At what point
would a serious assessment of Transformers mean anything?
It's the Citizen Kane of giant fighting robot movies,
but that's not saying a whole lot. Judging from audience
reaction, if this is the movie you've been waiting for,
this is the movie you've been waiting for.
Whether or not
it follows the plotline of the original animated series
doesn't matter. If it doesn't, it's not a big enough violation
to have offended the fans attending with me who screamed
like teens at Candlestick Park at the Beatles' last live
concert every time Peter Cullen intoned "I …am …Optimus
It's not like
he does that a lot. In fact, for director Michael Bay, you
might even say the film shows some restraint in waiting
to give us the leader of the heroic Autobots. At its heart,
Transformers wants to be about a boy and his first
car, which unfortunately for Sam Witwicky (Shia LaBeouf)
puts him at the center of a millennia-old intergalactic
At least it
might be millennia-old; the script occasionally varies in
its understanding of its history, as well as its tone. Bay
opens with a gritty war scene, ostensibly (and hey, rightfully)
reminding us of those guys in the Middle East putting their
lives on the line for reasons they don't quite understand.
And yes, taking on a black ops Huey that turns into a spiky
killer robot makes the whole Weapons of Mass Destruction
thing seem rather unimportant.
segment lays out a lot of clichés about soldiers, including
the handsome Josh Duhamel, and sets them as the frontline
against the Decepticons. When they pop up at various points
later in the movie, though, it's just one more firecracker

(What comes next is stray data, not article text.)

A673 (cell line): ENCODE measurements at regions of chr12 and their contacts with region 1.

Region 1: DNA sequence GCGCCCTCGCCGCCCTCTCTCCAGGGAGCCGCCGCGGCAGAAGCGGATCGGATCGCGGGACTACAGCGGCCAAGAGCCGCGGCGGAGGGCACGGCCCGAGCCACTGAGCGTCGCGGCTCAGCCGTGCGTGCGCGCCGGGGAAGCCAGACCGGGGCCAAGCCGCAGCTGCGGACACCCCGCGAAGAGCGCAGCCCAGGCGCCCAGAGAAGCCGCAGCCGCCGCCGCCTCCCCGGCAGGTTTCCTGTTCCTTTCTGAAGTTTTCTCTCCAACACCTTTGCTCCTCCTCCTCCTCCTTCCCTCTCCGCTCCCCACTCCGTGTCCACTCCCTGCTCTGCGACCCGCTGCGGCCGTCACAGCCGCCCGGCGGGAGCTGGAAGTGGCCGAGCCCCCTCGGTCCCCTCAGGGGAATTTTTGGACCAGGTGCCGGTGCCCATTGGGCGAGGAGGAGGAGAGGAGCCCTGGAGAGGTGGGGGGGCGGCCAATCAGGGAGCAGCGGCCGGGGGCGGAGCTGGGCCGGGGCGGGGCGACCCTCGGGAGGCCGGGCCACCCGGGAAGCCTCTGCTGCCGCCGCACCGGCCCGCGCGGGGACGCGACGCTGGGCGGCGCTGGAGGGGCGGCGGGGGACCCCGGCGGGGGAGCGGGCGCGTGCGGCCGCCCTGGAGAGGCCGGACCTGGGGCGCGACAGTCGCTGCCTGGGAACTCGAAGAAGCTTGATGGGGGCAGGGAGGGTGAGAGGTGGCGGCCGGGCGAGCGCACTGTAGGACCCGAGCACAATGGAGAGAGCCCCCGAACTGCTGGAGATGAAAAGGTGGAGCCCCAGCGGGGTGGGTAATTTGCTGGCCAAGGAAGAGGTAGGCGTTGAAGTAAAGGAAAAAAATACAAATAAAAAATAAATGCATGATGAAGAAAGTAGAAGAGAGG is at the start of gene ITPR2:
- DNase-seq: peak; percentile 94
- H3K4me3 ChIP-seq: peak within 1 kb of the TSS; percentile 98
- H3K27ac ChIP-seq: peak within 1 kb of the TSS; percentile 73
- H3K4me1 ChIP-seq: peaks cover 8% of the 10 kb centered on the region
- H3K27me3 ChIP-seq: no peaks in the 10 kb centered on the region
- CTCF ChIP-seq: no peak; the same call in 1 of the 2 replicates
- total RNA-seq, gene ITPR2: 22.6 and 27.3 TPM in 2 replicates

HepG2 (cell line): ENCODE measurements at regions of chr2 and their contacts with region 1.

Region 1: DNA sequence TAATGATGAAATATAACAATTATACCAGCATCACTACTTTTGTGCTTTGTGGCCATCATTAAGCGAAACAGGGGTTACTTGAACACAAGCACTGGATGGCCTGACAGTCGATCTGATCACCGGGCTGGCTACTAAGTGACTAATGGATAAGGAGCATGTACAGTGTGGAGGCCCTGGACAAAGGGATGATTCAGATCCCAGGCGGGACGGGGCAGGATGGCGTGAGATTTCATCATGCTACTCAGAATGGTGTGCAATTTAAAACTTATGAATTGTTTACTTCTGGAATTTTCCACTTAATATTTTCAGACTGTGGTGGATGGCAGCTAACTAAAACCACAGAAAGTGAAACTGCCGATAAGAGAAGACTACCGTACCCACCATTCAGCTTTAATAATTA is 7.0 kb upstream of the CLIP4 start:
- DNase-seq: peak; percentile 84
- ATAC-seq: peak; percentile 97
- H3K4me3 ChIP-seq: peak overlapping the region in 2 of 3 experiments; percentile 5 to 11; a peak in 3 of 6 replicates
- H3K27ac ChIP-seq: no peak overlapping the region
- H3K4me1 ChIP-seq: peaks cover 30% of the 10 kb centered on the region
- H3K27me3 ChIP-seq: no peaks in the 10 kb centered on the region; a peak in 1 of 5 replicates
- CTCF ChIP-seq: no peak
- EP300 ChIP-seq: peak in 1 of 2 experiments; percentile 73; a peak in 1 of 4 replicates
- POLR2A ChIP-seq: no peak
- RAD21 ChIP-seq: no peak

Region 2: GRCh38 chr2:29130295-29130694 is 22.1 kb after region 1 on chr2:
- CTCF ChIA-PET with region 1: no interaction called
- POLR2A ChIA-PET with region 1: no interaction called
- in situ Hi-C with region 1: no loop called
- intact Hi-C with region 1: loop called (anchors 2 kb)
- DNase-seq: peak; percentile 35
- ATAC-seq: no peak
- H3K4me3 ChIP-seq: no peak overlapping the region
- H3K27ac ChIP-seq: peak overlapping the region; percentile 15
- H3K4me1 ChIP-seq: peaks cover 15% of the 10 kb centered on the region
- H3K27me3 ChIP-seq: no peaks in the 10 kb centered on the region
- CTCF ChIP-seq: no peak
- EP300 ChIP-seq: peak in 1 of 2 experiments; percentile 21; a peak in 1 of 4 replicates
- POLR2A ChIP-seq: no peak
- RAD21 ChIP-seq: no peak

in the overall Fourth of July celebration that is Act 3.
all sweaty, young Sam sweats for a different reason: unrequited
lust for Mikaela (Megan Fox), the short denim-skirted Maxim
girl that doesn't realize that she's shared every class
with him since first grade. Good thing he has Bumblebee,
disguised as a beat-up Chevy Camaro.
radio, Bumblebee communicates ideas to Sam that he considers
just coincidence. When a driverless police car assaults
him, however, he and his nascent girlfriend realize there's
more than meets the eye here.
Sorry, but I
think I got further along in the review without using that
phrase than the movie did.
has all the typical elements of a Michael Bay film. That
patent 360 degree pan in slow-motion is here, underscoring
the emotional connection between Sam and Mikaela that Bay
won't illustrate any other way. Emotions spike and dip in
a herky-jerky fashion depending on the needs of the scene,
not the need of the narrative. Everybody sweats a lot and
But it also
has lots of action that looks good. The robot transformations
are pretty cool, though Bay often fills the screen up so
much that it's hard to focus on what is actually happening.
The every bit as charismatic as his press LaBouef also does
a great job of anchoring the movie. When he schools the
Secretary of Defense (Jon Voight) on Megatron, he clearly
speaks for every fan who's had to explain the continuity
to a parent or cynical friend. It just doesn't matter, but
LaBouef makes us believe it possibly could.
about the logic feels like the proverbial glass house. The
driving macguffin, the legendary All-Spark, can't be any
less intelligent a plot point than midichlorians - okay,
bad example, but you get the point. It's a toy line with
a mythos that amazingly makes for a watchable movie. Not
a great one, but watchable.
What it really
begs for, though, is the Bay touch on other toy adaptations.
Just imagine My Little Pony (who makes a cameo here)
all sweaty and grimy, defending right, justice and hair
play while dealing with the inner turmoil of not wanting
to act in the Spring Fair's Revue, or trot while everyone
else is cantering.
can launch a whole production company to run with their
toys. G.I. Joe may be a given, and has been in development
for quite some time. But can you imagine Wes Craven on Furby?
It's just a thought. Watching Transformers leaves
you with plenty of time to think, but man, do them robots
(for Giant Robot Ass-Kickin' Movie):
Rating (for actual cinematic achievement):